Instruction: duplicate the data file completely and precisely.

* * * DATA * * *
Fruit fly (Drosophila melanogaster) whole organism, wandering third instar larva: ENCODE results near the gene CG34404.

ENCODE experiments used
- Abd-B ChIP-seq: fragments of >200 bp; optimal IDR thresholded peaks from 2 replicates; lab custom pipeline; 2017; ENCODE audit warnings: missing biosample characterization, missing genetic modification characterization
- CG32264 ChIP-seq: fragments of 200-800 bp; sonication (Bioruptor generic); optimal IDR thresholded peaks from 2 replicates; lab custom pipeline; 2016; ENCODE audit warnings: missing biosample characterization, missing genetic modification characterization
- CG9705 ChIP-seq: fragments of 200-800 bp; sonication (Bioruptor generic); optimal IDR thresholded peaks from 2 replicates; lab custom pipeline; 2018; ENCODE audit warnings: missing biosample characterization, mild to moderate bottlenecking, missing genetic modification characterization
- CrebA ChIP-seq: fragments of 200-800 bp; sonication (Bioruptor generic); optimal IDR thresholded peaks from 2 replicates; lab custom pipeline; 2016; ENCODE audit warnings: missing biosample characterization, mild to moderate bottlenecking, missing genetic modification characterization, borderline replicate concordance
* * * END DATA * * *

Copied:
Fruit fly (Drosophila melanogaster) whole organism, wandering third instar larva: ENCODE results near the gene CG34404.

ENCODE experiments used
- Abd-B ChIP-seq: fragments of >200 bp; optimal IDR thresholded peaks from 2 replicates; lab custom pipeline; 2017; ENCODE audit warnings: missing biosample characterization, missing genetic modification characterization
- CG32264 ChIP-seq: fragments of 200-800 bp; sonication (Bioruptor generic); optimal IDR thresholded peaks from 2 replicates; lab custom pipeline; 2016; ENCODE audit warnings: missing biosample characterization, missing genetic modification characterization
- CG9705 ChIP-seq: fragments of 200-800 bp; sonication (Bioruptor generic); optimal IDR thresholded peaks from 2 replicates; lab custom pipeline; 2018; ENCODE audit warnings: missing biosample characterization, mild to moderate bottlenecking, missing genetic modification characterization
- CrebA ChIP-seq: fragments of 200-800 bp; sonication (Bioruptor generic); optimal IDR thresholded peaks from 2 replicates; lab custom pipeline; 2016; ENCODE audit warnings: missing biosample characterization, mild to moderate bottlenecking, missing genetic modification characterization, borderline replicate concordance